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Poet's Corner: Kate Buckley 

When: Thu., Jan. 24, 7 p.m. 2013
Author of the books A Wild Region and Follow Me Down, and a three-time Pushcart Prize nominee, poet Kate Buckley has a propensity for darkness. In “Laurel County,” Buckley — or, in the parlance of the genre, the “voice of the poem” — recalls her mother’s stories of growing up poor: “There must have been times / Kentucky seemed a life sentence, / a dark-veined monster burning coal in her belly.” Like the best narrative free verse, “Laurel County” catalogs the small details of a hardscrabble past that, by Buckley’s careful observation, are magnified, and become almost talismanic — for instance, the home-canned jam, “thick and expensive,” made with berries harvested from sharecropper fields. The poem ends with an image that conjures how ephemeral memory is: “You were on the hilltop — skirt taut, / caught between your legs, signaling something, I could not make out what, / the kite obscuring my vision — / the wind would catch it, then let it fall.”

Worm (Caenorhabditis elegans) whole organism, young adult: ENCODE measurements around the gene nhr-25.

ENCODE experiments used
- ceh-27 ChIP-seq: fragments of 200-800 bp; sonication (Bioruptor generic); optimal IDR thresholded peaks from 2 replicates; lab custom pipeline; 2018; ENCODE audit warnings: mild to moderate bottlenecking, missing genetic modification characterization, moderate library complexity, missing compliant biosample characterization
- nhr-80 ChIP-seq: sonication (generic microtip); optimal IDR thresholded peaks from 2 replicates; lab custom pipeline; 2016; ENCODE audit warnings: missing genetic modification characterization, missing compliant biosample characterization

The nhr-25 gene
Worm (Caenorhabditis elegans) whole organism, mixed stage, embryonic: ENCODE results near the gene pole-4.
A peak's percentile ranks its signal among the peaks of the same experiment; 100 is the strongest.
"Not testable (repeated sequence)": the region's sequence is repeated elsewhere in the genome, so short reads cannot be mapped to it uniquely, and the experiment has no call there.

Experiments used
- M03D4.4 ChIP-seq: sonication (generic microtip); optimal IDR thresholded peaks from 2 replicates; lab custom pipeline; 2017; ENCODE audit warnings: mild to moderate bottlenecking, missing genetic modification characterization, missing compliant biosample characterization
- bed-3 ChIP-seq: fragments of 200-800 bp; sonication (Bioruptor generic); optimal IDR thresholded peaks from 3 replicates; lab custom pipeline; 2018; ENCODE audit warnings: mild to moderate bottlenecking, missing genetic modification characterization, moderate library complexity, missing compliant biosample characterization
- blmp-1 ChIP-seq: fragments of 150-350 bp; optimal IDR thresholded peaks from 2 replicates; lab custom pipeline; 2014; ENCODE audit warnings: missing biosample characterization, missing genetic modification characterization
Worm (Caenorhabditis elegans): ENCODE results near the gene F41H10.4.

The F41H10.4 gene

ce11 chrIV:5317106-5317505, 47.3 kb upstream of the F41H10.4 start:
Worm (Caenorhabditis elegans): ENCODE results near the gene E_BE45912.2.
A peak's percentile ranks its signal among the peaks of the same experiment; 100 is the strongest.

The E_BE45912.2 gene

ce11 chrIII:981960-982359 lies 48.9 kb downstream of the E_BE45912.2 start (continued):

— Steve Haruch


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